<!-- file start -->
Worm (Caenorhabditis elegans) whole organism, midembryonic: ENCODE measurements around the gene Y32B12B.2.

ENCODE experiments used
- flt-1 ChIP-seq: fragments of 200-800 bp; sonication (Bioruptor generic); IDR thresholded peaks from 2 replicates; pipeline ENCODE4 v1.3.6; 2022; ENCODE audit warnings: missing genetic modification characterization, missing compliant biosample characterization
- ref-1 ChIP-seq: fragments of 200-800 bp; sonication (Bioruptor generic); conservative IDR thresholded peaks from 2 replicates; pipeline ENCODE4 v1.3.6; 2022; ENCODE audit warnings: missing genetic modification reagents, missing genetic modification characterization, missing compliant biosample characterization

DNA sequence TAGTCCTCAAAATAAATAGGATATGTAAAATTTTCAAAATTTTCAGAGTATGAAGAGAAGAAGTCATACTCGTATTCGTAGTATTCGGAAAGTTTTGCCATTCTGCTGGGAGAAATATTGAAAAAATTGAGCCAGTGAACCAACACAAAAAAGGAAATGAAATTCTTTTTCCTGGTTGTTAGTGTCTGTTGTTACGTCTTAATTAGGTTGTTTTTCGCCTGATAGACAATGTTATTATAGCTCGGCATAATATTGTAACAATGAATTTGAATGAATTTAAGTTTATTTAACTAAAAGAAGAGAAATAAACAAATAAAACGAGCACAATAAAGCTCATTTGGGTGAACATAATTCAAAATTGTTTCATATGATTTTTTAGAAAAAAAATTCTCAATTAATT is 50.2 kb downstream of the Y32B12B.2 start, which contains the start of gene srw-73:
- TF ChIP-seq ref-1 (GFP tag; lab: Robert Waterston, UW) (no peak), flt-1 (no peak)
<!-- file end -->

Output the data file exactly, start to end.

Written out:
Worm (Caenorhabditis elegans) whole organism, midembryonic: ENCODE measurements around the gene Y32B12B.2.

ENCODE experiments used
- flt-1 ChIP-seq: fragments of 200-800 bp; sonication (Bioruptor generic); IDR thresholded peaks from 2 replicates; pipeline ENCODE4 v1.3.6; 2022; ENCODE audit warnings: missing genetic modification characterization, missing compliant biosample characterization
- ref-1 ChIP-seq: fragments of 200-800 bp; sonication (Bioruptor generic); conservative IDR thresholded peaks from 2 replicates; pipeline ENCODE4 v1.3.6; 2022; ENCODE audit warnings: missing genetic modification reagents, missing genetic modification characterization, missing compliant biosample characterization

DNA sequence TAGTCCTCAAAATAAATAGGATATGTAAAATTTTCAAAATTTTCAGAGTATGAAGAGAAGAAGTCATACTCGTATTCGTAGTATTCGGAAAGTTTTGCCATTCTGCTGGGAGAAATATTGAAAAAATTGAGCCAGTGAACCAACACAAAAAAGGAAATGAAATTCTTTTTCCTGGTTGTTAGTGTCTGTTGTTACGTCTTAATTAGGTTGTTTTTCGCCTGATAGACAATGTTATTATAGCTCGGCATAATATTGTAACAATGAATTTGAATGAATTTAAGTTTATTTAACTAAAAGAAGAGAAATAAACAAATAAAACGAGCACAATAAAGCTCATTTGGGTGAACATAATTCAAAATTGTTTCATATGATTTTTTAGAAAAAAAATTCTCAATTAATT is 50.2 kb downstream of the Y32B12B.2 start, which contains the start of gene srw-73:
- TF ChIP-seq ref-1 (GFP tag; lab: Robert Waterston, UW) (no peak), flt-1 (no peak)